Lagoa still has a rural feel about it, even though it is a popular centre for cultural events, shopping and festivals.
Whether you are planning to live and work in the Algarve, retire or invest, the region has something for all.
Lagoa is well placed in central Algarve, being close to an International School, Faro airport, public and private hospitals, and also a motorway network connecting the Algarve to the rest of Portugal and Spain. There are various supermarkets catering to all tastes and diets plus local markets offering fresh local products.
Whilst infrastructure is important, so too is lifestyle and in the Algarve, you can enjoy whatever pace of life you prefer. The region offers year-round cultural events, an international racetrack, major golfing tournaments and much more for visitors and residents alike. With many of the Algarve’s beaches winning the Blue Flag the coast is an important asset for residents and a major tourist attraction.
Lagoa has a year-round international community living in the town and in its environs. For those enjoying sports there are two tennis clubs and various golf courses just a short drive away, cycling routes, two diving centres nearby, dance groups, various gyms and centres to enjoy yoga, tai chi etc plus great local areas for bird watching and the opportunity to enjoy walking trails. The municipal pool and gym are both close to the centre as is the library and auditorium. For those who prefer less energetic activities there are local choirs, amateur dramatic groups, bands and much more to keep you busy.
Most faiths are represented in the region offering the opportunity to worship locally.
Restaurants and bars
Lagoa has many places to eat and drink. There is a wide selection of bars, restaurants and cafés.
To download a guide to the Algarve’s wine, click here
For a Cataplana recipe book click here
For traditional Portuguese recipes download here
There are plenty of shops in the town for your everyday needs and various supermarkets close by. With shopping malls in Portimão to the west and Algarve Shopping in Guia (near Albufeira) to the east, shoppers will find all their favourite stores close by. With plenty of seats in the sun, restaurants and cafés and a multi-screen cinema located in Algarve Shopping, the late-night shopping means you can work or relax throughout the day.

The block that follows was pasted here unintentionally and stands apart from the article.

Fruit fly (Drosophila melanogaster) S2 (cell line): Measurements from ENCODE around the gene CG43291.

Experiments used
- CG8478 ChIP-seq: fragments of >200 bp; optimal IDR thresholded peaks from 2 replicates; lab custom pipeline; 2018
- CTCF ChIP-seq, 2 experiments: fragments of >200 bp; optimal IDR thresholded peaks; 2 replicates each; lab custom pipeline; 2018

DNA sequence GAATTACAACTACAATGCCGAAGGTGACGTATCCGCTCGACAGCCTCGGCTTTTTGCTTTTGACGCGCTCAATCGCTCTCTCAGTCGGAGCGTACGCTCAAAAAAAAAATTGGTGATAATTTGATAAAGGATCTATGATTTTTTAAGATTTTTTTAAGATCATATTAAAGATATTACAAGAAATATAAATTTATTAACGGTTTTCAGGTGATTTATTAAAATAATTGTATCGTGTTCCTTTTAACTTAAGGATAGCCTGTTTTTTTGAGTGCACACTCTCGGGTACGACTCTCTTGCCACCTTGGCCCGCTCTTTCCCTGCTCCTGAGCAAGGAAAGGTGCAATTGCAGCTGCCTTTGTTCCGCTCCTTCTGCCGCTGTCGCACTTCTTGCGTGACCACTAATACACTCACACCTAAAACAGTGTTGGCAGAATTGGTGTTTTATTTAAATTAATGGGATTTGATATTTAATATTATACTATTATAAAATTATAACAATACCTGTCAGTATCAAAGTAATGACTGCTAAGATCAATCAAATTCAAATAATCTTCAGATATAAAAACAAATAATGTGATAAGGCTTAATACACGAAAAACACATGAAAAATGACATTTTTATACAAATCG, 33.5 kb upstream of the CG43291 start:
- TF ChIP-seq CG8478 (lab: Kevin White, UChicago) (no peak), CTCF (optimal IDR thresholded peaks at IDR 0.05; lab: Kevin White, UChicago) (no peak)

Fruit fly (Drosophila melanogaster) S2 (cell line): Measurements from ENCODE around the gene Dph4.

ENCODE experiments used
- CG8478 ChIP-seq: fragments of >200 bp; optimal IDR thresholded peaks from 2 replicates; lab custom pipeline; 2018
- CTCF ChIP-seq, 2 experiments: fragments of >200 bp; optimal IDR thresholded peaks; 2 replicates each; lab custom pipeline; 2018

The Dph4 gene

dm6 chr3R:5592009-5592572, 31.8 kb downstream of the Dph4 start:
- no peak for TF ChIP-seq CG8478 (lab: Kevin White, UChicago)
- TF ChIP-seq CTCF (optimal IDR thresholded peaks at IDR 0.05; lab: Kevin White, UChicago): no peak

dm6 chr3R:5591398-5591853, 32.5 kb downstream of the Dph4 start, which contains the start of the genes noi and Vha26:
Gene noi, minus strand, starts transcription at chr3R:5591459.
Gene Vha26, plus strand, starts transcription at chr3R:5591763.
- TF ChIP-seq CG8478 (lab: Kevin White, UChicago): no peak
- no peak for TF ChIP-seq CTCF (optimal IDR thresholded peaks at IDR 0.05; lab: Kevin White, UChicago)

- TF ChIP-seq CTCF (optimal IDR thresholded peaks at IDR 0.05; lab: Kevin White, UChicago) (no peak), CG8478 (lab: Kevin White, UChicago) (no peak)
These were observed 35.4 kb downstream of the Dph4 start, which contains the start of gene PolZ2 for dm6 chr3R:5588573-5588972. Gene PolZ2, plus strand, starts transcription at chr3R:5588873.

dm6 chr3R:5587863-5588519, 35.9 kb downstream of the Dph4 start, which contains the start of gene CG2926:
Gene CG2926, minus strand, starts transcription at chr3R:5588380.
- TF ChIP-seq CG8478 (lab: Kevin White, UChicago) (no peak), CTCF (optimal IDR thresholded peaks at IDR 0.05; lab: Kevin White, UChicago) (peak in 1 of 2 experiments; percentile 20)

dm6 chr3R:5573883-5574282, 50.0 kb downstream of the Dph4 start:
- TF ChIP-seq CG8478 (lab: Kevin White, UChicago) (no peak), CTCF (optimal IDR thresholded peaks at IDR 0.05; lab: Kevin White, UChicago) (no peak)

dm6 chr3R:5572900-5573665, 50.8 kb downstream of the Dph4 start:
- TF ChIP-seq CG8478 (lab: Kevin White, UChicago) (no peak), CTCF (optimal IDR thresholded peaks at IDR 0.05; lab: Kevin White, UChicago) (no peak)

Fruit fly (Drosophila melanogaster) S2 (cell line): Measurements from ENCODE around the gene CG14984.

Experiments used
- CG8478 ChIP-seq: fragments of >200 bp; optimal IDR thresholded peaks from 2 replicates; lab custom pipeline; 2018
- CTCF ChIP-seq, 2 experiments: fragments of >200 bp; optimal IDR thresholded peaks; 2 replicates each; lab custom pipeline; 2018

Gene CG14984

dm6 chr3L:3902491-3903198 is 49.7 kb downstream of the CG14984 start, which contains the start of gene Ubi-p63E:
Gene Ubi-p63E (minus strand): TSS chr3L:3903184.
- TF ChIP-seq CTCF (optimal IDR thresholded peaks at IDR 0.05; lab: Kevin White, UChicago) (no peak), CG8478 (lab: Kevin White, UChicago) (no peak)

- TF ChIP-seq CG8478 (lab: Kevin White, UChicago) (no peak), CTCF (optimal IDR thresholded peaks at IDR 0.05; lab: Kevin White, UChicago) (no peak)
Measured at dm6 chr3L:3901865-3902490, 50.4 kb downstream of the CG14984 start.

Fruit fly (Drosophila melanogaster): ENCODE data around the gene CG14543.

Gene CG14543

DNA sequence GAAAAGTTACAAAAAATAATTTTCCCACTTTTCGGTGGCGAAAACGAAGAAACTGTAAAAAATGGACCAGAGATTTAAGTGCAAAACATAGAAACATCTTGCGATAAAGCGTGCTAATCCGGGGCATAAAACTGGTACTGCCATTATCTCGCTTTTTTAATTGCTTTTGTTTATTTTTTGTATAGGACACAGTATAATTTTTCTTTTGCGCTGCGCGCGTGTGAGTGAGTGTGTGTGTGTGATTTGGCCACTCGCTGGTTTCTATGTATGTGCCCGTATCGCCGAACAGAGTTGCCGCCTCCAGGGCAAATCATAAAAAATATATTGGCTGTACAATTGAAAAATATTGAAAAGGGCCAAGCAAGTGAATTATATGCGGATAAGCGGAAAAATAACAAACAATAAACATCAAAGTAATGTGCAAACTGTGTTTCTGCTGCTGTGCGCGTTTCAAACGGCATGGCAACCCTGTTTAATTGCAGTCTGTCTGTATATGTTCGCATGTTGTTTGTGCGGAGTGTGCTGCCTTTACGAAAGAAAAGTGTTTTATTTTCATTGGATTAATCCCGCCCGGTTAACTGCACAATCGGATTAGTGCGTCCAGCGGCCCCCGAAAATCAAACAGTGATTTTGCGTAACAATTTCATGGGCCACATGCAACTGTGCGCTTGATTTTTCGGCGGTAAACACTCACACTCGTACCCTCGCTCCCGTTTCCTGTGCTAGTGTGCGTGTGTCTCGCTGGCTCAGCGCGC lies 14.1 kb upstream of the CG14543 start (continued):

Throughout the year there are many fairs, festivals and shows, too many to list however, for up-to-date information on current events click here
It has been suggested that the town’s name, Lagoa, was due to the earliest settlement in the area being on the edge of a lagoon/marshes which were later drained for agricultural purposes.
The area has vestiges of earlier settlements including menhirs (one stands at the entrance to the convent, Convento de São José) and funerary necropolis are some examples. With the Algarve being under Arab rule until the mid-12th century the visitor can still find the odd Muslim influence within the town.
The Convento de São José was founded sometime between 1710 and 1713 by members of the Carmelite order of nuns, who fostered and educated unwanted children. A foundling wheel can still be seen at the convent which now hosts exhibitions, seminars and shows.
The parish church, Igreja de Nossa Senhora da Luz, was built in the 16th century however, it was destroyed by the 1755 earthquake with only the Manueline doorway to the bell tower surviving.
The principal wealth of the area was agriculture (mainly fruit and wine production), fishing (with the canning industry responsible for an economic boom) and later tourism. The latter is now the mainstay of the area. Lagoa was the centre of wine production in the area, having a cooperative winery, which now houses an art gallery.
If you are feeling in need of an active history lesson, an interesting trail to follow in the Algarve is the Umayyad Route, the path which the Arabs travelled throughout the Iberian Peninsula and Europe starting in the 8th century through to the 13th.
For more information on the area click here